Common illnesses in babies: What you need to know

Nothing’s more worrying than seeing your baby unwell, but you might take some comfort knowing that with immunisation rates at about 90% in Australia, there are fewer serious dangers to their health than ever before.

Illness is an inevitable part of childhood, and you’ll be kept busy at one time or another with your baby’s coughs, runny noses, fevers, rashes, and upset tummies, so we’ve put together a list of common illnesses in babies to look out for, and what you need to know.

Coughs and Colds

It’s very common for a child to get the odd cough or cold. A cough is usually caused by a cold, and will likely clear up on its own. If your baby is feeding, drinking, eating, and breathing normally, and there’s no wheezing, a cough isn’t usually anything to worry about. Coughing helps to clear away phlegm from the chest and mucus from the back of the throat.

Signs that you should see a doctor are a high temperature, the cough sounds unusual or persists, it occurs at night, or your baby is having difficulty breathing or is listless, pale, overly tired or in discomfort. If your baby has trouble breathing, seek medical attention immediately.

To find out more, you might like to read these:


Children with persistent high fevers, malaise, chills, sore throat, and cough are more likely to have the flu. Babies with colds and flu need extra cuddles and reassurance, smaller more frequent feeds, and extra sleep.

Seek urgent medical advice if your baby has a persistent cough, difficulty breathing, a high fever (see a doctor immediately for any fever in a baby under 3 months), bluish or pale skin, inability or unwillingness to feed, drowsiness, isn’t drinking, is vomiting a lot, or has a rash that doesn’t disappear when you press on it.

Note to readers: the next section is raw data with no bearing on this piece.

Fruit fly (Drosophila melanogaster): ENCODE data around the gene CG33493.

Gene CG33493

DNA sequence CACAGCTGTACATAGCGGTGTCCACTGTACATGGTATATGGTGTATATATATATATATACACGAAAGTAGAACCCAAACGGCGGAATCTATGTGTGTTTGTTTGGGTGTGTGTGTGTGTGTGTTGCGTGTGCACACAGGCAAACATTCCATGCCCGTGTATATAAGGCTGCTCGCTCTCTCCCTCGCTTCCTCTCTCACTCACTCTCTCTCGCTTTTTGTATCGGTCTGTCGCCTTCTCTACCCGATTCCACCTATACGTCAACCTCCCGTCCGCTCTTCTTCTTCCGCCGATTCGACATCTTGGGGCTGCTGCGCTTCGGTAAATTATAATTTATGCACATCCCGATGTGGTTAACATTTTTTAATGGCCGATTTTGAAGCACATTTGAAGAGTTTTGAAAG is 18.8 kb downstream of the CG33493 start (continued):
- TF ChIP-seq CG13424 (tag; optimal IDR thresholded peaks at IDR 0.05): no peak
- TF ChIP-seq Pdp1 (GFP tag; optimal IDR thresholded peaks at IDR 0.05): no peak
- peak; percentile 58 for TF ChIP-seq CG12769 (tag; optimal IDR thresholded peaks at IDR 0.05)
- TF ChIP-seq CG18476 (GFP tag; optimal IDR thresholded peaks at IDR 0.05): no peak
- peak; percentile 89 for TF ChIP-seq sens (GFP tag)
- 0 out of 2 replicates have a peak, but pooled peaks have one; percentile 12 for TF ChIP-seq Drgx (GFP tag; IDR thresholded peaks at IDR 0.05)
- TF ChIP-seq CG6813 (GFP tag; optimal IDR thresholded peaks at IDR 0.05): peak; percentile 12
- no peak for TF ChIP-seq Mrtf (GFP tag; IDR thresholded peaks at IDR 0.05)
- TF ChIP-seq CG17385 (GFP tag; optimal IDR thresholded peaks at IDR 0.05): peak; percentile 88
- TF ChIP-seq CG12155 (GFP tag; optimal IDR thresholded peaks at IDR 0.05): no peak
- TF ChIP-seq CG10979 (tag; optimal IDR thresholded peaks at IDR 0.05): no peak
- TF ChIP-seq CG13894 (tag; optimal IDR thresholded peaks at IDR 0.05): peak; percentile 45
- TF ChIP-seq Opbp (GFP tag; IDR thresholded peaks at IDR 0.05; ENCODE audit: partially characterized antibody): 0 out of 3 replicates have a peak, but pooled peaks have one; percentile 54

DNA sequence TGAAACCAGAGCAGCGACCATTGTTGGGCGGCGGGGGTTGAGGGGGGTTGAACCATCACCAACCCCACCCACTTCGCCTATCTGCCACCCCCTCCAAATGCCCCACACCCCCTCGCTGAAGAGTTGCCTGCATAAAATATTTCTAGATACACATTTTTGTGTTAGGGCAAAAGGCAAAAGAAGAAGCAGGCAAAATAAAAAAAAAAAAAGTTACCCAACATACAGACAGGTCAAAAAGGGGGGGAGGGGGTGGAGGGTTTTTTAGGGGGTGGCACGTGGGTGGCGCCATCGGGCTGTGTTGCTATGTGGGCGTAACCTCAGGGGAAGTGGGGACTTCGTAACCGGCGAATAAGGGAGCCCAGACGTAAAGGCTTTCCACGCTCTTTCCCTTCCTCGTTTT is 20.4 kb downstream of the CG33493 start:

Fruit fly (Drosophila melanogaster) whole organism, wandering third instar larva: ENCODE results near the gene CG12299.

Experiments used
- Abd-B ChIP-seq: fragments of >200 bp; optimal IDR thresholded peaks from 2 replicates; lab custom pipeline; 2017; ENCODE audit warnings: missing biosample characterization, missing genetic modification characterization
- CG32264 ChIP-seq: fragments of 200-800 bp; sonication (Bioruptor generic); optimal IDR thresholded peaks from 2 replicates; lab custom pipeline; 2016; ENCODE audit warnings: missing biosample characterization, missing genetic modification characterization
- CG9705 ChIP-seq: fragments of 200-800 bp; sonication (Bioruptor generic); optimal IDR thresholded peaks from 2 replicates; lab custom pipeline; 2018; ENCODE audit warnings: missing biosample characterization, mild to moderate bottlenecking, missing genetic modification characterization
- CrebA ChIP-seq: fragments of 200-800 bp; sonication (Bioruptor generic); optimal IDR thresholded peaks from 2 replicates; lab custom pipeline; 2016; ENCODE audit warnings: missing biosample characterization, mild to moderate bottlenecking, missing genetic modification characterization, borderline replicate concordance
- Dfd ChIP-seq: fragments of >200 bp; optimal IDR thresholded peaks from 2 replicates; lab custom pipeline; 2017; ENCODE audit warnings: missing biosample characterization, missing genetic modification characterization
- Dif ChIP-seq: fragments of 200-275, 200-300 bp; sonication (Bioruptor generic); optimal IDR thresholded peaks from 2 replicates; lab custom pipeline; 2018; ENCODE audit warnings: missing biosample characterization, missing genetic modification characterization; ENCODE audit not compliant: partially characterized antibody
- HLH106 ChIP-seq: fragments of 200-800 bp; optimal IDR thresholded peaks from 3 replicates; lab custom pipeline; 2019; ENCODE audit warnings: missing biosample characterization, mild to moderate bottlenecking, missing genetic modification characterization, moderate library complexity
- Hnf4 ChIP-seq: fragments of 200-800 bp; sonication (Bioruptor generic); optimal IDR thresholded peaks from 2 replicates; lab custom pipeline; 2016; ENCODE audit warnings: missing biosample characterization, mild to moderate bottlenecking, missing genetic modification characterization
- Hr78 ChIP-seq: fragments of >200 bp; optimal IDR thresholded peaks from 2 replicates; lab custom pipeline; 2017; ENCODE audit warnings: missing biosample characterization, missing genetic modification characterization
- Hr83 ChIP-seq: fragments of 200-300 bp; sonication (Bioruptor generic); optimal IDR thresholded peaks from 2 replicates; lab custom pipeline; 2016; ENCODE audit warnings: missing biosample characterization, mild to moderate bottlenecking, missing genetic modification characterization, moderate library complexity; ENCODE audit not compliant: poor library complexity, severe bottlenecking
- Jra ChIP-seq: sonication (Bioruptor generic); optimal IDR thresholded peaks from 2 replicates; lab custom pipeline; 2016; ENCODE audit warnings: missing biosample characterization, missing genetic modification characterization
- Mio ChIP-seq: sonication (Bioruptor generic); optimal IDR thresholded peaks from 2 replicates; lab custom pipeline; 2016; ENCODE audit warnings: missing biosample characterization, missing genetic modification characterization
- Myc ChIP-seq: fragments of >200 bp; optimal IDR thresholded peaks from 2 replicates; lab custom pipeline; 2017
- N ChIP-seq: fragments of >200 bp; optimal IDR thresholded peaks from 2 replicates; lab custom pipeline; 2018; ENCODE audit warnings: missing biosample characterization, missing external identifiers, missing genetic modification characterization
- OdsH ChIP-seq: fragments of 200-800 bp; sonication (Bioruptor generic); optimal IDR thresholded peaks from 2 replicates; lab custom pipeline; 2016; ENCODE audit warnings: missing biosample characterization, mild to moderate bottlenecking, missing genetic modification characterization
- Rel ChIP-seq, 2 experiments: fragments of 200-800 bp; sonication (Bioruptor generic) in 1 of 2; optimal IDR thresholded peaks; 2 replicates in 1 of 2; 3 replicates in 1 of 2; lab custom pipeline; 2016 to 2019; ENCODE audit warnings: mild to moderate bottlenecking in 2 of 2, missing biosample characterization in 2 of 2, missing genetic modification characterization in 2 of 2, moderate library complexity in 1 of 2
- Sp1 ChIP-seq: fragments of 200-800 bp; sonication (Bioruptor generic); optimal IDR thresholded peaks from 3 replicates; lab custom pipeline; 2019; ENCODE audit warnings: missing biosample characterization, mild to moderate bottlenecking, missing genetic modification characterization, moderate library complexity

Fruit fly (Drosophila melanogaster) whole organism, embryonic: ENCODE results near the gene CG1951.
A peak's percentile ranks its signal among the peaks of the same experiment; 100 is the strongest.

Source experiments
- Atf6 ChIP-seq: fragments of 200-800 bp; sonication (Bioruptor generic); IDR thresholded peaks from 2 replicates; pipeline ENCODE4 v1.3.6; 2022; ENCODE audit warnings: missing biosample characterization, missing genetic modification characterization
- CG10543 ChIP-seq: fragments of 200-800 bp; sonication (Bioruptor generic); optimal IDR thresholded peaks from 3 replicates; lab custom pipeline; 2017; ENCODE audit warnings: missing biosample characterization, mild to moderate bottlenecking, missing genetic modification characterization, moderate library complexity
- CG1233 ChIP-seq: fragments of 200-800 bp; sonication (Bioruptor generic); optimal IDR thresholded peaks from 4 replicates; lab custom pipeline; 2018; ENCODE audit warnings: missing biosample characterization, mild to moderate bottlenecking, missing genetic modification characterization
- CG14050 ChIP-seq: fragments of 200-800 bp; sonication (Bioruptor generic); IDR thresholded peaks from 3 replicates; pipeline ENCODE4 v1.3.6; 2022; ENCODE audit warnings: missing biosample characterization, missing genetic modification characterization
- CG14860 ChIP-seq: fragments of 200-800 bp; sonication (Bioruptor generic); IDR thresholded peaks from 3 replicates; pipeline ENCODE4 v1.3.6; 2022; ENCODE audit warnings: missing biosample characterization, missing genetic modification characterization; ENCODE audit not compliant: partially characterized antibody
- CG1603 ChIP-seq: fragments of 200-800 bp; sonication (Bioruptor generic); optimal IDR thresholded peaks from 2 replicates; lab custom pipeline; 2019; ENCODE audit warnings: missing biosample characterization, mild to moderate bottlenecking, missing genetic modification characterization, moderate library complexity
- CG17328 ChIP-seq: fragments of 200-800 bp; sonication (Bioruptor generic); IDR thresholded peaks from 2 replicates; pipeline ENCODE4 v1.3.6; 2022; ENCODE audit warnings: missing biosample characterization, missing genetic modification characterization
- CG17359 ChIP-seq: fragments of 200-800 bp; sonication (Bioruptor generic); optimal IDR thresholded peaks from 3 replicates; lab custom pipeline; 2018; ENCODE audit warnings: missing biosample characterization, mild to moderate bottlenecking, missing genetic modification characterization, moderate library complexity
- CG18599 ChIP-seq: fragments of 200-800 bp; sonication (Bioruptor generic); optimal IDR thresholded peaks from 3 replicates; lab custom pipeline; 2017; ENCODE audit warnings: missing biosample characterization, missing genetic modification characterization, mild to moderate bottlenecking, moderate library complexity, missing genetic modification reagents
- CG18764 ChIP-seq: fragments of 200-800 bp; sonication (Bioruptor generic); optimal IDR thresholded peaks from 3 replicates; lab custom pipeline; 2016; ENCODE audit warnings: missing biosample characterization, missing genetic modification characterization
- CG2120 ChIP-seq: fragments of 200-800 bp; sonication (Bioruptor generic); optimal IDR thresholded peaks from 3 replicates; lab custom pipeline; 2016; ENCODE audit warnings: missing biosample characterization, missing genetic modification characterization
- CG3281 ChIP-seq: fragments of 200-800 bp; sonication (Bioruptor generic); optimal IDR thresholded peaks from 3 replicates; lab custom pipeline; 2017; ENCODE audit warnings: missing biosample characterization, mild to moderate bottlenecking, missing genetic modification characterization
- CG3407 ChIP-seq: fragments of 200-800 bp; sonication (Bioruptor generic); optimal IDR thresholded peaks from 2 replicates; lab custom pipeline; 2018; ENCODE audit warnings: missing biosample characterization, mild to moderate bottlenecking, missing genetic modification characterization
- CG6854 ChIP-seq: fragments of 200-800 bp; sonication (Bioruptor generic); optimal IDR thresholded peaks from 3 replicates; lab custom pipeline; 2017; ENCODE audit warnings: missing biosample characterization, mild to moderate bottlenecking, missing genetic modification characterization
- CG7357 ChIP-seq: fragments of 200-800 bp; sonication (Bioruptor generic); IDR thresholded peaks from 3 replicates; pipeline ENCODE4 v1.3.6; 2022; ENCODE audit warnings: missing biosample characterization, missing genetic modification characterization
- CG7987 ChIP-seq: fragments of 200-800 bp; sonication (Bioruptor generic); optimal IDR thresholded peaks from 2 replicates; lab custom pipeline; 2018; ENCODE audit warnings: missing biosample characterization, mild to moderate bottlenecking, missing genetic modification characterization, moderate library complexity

Prevention is an option:

Middle ear infections

While there are many different types of ear infections, a middle ear infection is the most common, with babies and children being the most prone to them. Ear infections can be caused by either bacteria or viruses, and signs to look for might be your baby rubbing or pulling at their ear, having a temperature of 38℃ or above, having redness around their ear, being restless or irritable, and not responding to sounds that would normally attract their attention.

See your doctor if your baby is in pain, there is discharge from their ear, they’re vomiting, can’t hear properly, there is swelling behind the ear, or your baby keeps getting ear infections.


Croup is very common and is usually not serious. The inflammation is usually caused by the same viruses that cause the common cold. It causes swelling of the windpipe, the airways to the lungs, and the vocal cords. A child with croup has a distinctive barking cough and may make a harsh sound, known as stridor, when they breathe in. It’s often a mild illness but can become serious quickly.

Croup can be a frightening experience for any parent, but knowing the tell-tale signs can help ease the fright and help you get the right treatment for your baby:

Vomiting and Diarrhoea

It can be very concerning to see your baby having bouts of vomiting or diarrhoea. Either can can be caused by many different things including a virus, a stomach bug, food poisoning, or they’ve eaten something they may be allergic to.

The main treatment for diarrhoea and vomiting is to keep your baby at home, and ensure they keep drinking fluids such as breastmilk or formula. It’s more serious in babies than older children because babies can easily become dehydrated. Signs of dehydration are: lethargy, fewer wet nappies, dark yellow urine, a dry mouth, sunken eyes, a sunken soft spot on their head, and few or no tears when they cry.